LANSING, Mich. (AP) — Michigan’s new era of health care begins Tuesday, as many of its 1.1 million uninsured residents start deciding how best to obtain coverage required under the landmark federal health care law.
A new online insurance market will launch, giving lower- to middle-income workers without insurance the chance to buy a private plan with the help of tax credits.
Though Tuesday is the first day to sign up, there is no rush. The deadline to be covered on day one — Jan. 1 — is Dec. 15. And people have until March 31 to sign up for a plan on the “exchange” without being penalized.
All told, roughly 450,000 more residents could have insurance in 2014, according to outside estimates. Within five years, the state’s uninsured rate could drop from 11 percent to 6 percent of the population.
While most Michigan residents still have insurance through an employer, the recession and rising premium costs were unkind to many employees. More than a half-million people lost their private insurance from 2008 to 2011, according to the Center for Health Care Research & Transformation at the University of Michigan.
Those still with employer insurance are paying a lot more for it. Businesses increased employee premiums by half in the last decade. Deductibles more than doubled.
“The exchanges could offer choices to people who have really been left out or have lost affordable coverage,” said Marianne Udow-Phillips, the center’s director. “Each individual is going to have a different circumstance.”
Tuesday not only is the start of enrollment, it also is when the public first finds out how much coverage will cost.
Michigan will make public premiums, cost sharing and designs for roughly 140 plans offered by 13 state insurers. A resident on average will have 43 plans to pick from, with those in metropolitan areas enjoying more choice and rural residents likely seeing less.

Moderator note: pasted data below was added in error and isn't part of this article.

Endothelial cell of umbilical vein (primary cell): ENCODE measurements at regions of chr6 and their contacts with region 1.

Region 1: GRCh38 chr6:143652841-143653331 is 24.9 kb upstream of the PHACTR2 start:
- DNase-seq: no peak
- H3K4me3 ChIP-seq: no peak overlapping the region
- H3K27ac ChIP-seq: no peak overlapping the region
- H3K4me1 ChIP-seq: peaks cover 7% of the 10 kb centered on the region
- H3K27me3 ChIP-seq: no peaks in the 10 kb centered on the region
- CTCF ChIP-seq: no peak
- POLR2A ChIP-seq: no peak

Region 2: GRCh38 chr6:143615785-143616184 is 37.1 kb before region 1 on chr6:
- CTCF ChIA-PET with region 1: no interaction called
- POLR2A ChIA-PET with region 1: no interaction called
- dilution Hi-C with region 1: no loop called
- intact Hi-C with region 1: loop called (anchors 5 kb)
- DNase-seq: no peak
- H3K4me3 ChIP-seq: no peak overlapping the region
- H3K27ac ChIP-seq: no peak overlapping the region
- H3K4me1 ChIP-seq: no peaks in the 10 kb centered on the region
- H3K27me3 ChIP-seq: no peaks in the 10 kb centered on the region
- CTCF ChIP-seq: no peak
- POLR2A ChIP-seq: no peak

People will pay dramatically different premiums depending on their income, family size, age, hometown and tobacco use.
The Obama’s administration recent review of average premiums on the Michigan exchange was positive, showing that a family of four with $50,000 in annual income could get a “bronze” plan for just $80 in monthly premiums thanks to tax subsidies.
But in choosing the lowest premium, the family would see higher cost sharing through annual deductibles and copayments. Avalere Health studied six other states and concluded the deductible for a mid-range “silver” plan averages $2,250, more than twice the typical deductible in employer plans.
To review and pick from four levels of coverage, people should go to http://www.healthcare.gov beginning Tuesday.
Despite the inherent complexities of medical insurance and the inevitable glitches to come with such a massive rollout of new information technology, the health law’s advocates say many people should be able to enroll themselves. If not, “navigators” and counselors will walk them through the process.